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September 25, 2011

In a Different 'Neighborhood'



I felt like I had to do this. Blink 182 was my favorite band for half a decade, pretty much all of high school. And a lot has changed since their last album with them and with me, and I'd like you to know that I am bit rusty at this review thing but I'm going to give this one my best shot. (P.S the versions that I will be posting on this blog may get taken down because the album isn't out yet and the ones that I have found sound different than the versions than I have. Let me know if they get taken down in the comment section below) (P.P.S I found a website that was streaming the entire album, I didn't download the leaked version. Because that would be illegal. And I would never want to do anything like that)

Given that the above music video is working, you can already hear how different Blink sounds. Yes this is a far cry from Take Off Your Pants and Jacket. I've read a bunch of reviews about how much darker the album is than all their other albums and I would just say that they've matured. This is a logical progression from their self-titled album and personally this is the Blink 182 I like the best.

I was introduced to the self-titled album first. My parents didn't think any of their other albums were appropriate so I didn't really get a chance to truly get into them other than their few radio hits until I went to Ashland, Oregon in 7th grade for a field trip. Literally the entire way there, the entire way back was playing that album on repeat, staring out the window making story arcs between the songs and trying to reconcile the sexualized side of "Feeling This" with the fact that I had still only ever held hands with a girl. I think I had a different perspective because of this early exposure. To me the moments when Blink 182 truly stood out was not during their joke songs but the moments when they turned serious. Blink 182 was brilliant because there was no pretense to their music. They were making immature music for immature kids and that afforded them the freedom to talk about love in a way that didn't seem over the top and cheesy. So when the self-titled album came out as their attempt at being serious it came from a very believable perspective of a few guys who got tired of pretending that it was still all peaches and gravy. But even so there was still a certain amount of joy and pleasure that was inherent in the way they went out to explain it.



This joy seems entirely absent from their new album. "Neighborhoods" seems to come off as a violent scream against a world that has moved on from the 90's. The world is in a different place, the band is definitely in a different place after the deaths of their close friends, and the listeners somehow have to carve out a niche somewhere in their as well. For that reason, "Neighborhoods" can sometimes come out as forced. Especially during songs like "Wishing Well" where Tom Delonge shows off his knack for catchiness with some "dadadas" during an overly buoyant chorus. It's entirely out of place when juxtaposed with lyrics about "Going to the grave and back."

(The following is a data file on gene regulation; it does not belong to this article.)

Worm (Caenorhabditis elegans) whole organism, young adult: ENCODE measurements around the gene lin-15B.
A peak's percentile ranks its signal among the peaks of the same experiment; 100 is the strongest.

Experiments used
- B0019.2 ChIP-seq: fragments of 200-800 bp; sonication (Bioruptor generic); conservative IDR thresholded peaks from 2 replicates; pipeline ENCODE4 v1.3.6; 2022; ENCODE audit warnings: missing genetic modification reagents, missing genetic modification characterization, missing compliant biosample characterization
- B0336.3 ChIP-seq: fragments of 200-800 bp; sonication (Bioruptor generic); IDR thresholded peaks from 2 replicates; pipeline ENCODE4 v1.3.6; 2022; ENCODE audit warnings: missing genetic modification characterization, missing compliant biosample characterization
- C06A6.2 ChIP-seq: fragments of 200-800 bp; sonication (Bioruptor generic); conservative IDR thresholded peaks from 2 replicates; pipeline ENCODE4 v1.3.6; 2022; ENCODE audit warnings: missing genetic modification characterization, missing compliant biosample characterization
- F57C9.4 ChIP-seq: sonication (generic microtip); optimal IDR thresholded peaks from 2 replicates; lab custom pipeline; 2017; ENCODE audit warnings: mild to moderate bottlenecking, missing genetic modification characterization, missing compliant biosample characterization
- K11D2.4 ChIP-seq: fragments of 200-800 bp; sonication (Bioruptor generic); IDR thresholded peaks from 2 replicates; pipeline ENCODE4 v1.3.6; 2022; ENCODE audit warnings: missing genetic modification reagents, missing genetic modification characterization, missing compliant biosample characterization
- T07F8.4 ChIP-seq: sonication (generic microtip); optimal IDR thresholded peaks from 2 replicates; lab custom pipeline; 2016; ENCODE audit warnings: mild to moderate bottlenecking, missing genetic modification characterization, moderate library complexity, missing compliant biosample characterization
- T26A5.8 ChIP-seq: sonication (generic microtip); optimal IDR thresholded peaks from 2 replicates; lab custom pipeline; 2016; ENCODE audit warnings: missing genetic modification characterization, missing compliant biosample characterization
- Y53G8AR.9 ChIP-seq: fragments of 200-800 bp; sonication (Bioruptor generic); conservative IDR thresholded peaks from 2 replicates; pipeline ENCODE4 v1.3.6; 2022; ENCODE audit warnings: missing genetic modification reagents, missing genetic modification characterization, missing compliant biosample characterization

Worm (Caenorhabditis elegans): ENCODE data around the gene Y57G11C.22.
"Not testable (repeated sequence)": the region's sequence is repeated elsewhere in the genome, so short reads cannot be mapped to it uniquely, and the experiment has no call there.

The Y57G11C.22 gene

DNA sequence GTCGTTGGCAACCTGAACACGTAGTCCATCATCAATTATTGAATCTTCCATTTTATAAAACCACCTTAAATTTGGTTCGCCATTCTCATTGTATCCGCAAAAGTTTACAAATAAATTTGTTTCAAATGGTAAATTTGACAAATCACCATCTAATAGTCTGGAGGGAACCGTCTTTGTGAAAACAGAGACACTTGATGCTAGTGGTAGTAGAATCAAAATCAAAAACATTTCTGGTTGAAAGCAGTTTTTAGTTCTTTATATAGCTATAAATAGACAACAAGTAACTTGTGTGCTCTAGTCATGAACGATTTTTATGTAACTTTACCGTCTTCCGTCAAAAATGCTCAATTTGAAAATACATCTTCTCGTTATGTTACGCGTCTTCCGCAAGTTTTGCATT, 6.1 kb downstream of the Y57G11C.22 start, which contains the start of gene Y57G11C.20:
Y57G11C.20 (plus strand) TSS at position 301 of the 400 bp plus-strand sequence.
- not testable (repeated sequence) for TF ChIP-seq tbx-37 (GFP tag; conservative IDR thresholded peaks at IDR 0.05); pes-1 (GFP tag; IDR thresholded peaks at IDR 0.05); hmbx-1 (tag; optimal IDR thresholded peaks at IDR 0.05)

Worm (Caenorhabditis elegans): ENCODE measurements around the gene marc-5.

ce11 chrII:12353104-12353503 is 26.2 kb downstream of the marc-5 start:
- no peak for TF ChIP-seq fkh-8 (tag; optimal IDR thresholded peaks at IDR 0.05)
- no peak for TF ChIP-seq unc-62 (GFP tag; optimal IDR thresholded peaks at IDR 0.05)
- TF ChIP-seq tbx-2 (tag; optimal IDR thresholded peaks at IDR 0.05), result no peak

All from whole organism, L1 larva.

It's a very strange dynamic because after listening to the entire album the listener is struck by a feeling that the band is chafing at the limits of power chords and pop-punk progressions. It's almost as if the band chose to confine itself in this rigid structure to emphasize the monochromatic world they've begun to see around them. For instance in "Natives" one of the immediate standouts of the album, they're using the exact same chorus progression from "Dammit" and when you put the two songs side by side they stand in stark contrast. Same power-chords, same catchy melodies, but there is a desperation that wasn't there during the times of "Dude Ranch." There's more rebellion contained in this album than any of their other releases as Blink and even in their side projects. The album comes off as gleeful anarchy, like partying until the house burns down.

The album does contain quite a few duds."Love is Dangerous" comes off as repetitive and juvenile like angsty pre-teen poetry. "Fighting the Gravity" stands as one of their more experimental tracks but it's just dull in comparison to other songs on the album. But there is still something that feels like home. The final song on the "bonus" version is "Even if She Falls" and there's something beautiful about it. Delonge is singing about the same unrequited love that he's been singing about since the beginning but after listening to an album about how the world is burning and everything feels hollow, feelings really haven't changed. There's simple piano in "Kleidoscope" after the snarling punk thrash of "Heart's All Gone" and somehow that's reassuring.

So much has changed in the 8 years since Blink has put out a new album. There's an unspoken longing for The Clash to come out at every punk show, you desperately want the singer of The Doors cover band to come close to Morrison, you hope the ecstacy will make you forget the amount of brotanks at a electronic music festival. Somehow in that space of nostalgia and disenchantment there lies a feeling of mutual empathy, of belonging to something that was. Even if the memories have become fuzzy and the feelings have faded, one still has to hold onto those small moments of true feeling and clarity. "Neighborhoods" explores that desire and all the emotion that comes with it. The record stands out starkly from anything any of the members have done and it's a record that I can't stop listening to.